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Transgender people in the military: Are you a man or a woman?

Most people never consider that question. As a transgender woman I've been asked that question and I have answered it many times realizing that those who ask the question seldom understand what they are asking. I'm re-visit the question once again in light of our president's order to ban transgender people from serving in the military.

As a candidate for the U.S. House of Representatives in 2014, it was reported that I was the first openly transgender woman to run for that office. It's a shallow title since these "firsts" often do little to change the social narrative. Our first black president did little to change the social narrative around racism during eight years in office, and 2016 confirmed a profound suspicion that the first woman president might do little to change the social narrative around gender equity.

Strangely, it did give me new insights about what it means to be transgender. I've accepted myself as a female my entire life though society gave me little affirmation. The first female born male to run for the U.S. House of representatives was Karen Ann Kerin, who ran against Bernie Sanders in 2000 as a Republican. She was born Charles Kerin. Following a bout with cancer that left her without male organs, she chose to live her life as a woman. She never identified as transgender and some would argue that she was not, claiming transgender is a cognitive manifestation of gender. That point may be arguable but Karen will be remembered as a pretty amazing woman.

Industrialization and technology are male spaces and war is the ultimate manifestation, gradually surpassing football as our national obsession. Men have fought hard and continue to fight hard to exclude women from these spaces. Politics sustains these obsessions and women have been summarily excluded from political power as well.

A woman's place is in the home; a notion that has trivialized the role of women in society for more than a century, perhaps since the dawn of property rights. Female spaces are the foundations of society, family, childcare, education, health care, and social organizing. However, in the academia of social engineering men still dominate the colleges and universities and think tanks.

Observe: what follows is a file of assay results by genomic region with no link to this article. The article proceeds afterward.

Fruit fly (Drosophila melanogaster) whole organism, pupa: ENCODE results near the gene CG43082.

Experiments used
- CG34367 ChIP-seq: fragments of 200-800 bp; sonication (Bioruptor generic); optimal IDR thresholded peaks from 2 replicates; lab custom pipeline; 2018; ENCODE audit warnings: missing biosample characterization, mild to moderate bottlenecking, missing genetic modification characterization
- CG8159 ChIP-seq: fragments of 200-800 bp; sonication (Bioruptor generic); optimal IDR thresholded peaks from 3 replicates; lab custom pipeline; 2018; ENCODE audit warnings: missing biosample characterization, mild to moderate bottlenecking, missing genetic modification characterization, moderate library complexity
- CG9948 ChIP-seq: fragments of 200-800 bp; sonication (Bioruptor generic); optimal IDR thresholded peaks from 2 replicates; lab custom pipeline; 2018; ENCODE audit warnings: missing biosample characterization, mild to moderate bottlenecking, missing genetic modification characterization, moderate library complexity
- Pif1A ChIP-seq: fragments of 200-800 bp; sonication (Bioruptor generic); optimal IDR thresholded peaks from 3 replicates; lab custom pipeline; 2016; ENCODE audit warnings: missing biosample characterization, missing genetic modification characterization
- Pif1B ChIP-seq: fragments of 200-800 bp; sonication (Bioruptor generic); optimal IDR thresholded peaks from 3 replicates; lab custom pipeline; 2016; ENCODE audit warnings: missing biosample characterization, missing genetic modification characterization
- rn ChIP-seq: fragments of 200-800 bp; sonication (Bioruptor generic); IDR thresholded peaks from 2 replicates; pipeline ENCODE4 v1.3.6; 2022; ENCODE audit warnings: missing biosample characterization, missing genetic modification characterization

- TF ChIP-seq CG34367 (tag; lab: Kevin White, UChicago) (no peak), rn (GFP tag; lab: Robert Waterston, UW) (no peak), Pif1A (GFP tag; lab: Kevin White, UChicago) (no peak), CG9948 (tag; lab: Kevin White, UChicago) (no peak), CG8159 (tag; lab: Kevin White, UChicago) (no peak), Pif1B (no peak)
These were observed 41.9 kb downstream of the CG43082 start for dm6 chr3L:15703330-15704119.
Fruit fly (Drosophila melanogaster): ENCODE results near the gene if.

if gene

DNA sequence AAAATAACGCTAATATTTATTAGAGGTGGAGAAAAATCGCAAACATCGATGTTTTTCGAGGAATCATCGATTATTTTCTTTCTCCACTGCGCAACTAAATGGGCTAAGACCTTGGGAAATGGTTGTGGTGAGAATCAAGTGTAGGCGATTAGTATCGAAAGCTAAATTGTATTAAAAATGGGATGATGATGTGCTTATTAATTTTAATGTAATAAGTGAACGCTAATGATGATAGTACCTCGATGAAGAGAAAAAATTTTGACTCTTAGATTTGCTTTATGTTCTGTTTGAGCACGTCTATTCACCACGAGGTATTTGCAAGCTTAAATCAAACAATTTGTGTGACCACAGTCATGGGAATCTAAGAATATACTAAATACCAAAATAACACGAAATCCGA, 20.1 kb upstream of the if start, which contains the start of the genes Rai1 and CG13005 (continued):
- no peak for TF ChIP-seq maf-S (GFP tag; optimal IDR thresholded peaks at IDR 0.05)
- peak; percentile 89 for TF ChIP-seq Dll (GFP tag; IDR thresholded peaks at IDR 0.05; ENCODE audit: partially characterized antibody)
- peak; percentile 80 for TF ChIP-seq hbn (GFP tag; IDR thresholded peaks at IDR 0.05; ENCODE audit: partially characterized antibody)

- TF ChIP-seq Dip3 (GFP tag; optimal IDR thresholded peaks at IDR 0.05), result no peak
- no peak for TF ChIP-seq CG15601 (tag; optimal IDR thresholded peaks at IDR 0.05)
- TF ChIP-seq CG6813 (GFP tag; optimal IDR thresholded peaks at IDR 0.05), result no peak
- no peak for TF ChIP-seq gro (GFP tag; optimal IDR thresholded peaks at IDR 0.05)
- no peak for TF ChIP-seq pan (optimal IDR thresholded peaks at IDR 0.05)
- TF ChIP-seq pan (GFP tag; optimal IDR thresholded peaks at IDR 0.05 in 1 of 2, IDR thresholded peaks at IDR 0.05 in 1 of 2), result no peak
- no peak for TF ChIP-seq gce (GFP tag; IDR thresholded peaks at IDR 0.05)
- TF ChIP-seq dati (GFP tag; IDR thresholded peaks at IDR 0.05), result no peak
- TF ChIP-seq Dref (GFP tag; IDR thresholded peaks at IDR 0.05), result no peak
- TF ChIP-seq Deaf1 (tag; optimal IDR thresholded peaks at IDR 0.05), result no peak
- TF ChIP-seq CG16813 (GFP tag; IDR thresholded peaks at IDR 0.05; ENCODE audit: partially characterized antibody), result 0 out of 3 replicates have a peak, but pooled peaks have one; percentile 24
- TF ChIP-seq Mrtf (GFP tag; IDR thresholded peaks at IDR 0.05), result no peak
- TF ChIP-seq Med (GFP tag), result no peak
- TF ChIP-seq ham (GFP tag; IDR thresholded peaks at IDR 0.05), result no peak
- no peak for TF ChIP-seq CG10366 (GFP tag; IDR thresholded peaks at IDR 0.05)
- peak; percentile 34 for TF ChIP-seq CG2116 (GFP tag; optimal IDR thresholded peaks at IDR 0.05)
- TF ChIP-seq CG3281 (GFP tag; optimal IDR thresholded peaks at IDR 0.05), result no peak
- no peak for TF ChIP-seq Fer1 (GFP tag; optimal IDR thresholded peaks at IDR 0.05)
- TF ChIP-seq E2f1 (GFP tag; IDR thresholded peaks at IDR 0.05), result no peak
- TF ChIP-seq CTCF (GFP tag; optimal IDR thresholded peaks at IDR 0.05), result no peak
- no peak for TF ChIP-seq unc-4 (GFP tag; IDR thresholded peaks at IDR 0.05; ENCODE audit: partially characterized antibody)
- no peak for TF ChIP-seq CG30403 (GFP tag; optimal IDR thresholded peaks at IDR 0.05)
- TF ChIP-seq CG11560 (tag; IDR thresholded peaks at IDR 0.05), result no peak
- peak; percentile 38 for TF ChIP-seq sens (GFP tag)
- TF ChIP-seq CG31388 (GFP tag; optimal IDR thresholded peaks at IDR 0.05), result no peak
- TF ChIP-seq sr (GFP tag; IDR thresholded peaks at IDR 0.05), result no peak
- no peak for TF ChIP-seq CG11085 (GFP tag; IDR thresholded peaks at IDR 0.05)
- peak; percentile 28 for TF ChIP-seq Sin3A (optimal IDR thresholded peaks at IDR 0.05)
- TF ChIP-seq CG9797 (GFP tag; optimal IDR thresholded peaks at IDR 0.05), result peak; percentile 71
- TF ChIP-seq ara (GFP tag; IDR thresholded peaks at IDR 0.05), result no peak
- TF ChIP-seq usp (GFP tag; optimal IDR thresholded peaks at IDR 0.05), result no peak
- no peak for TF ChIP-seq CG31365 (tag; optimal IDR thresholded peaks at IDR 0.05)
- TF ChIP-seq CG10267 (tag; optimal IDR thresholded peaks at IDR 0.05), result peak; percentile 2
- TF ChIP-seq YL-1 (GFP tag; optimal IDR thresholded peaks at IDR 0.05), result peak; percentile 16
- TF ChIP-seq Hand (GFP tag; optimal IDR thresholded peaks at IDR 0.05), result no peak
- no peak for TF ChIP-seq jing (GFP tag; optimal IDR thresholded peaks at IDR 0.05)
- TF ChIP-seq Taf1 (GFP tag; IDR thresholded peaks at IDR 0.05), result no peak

We have created a narrative of gender conflict where women fight for economic and social status by gaining entry to male spaces in a society that continues to devalue nurses, teachers and social workers, highly skilled and demanding professions that offer little social mobility. We sexualize women, but deny them the right to fairly negotiate; rather, dominating them through false narratives about a protected class. Those protections would generally be unnecessary if women had true equality in American society.

Transgender people completely undermine these social narratives. Not only can a woman do a man's job, but perhaps that woman might actually be a man. A man might be disguising a female agenda; what then? Women fight for the right to exist in male spaces, but few men really pursue women's roles. There's little doubt it's related to the low economic value of women's roles, but having lived experience in both genders, it is clear to me that there are significant differences between being male and being female.

Socialization can not create or dissolve those genetic differences. Without those differences I would never have known I'm a woman. The difference is far less than we are led to believe in a society that manipulates class stratification in the pursuit of wealth and power. Transgender people are the exception that proves the rule.

Of course transgender people should serve in the military. We must change the social narrative around gender equity, not by pressuring women into male spaces, but rather by valuing what women do. We need to shift the narrative of militarism towards cultural evolution. It's the only way we will make America great again.

Paula Overby is a political activist and author of the soon-to-be-released book "The Transgender Myth: A Personal Story of Gender Equity and Transgender Identity."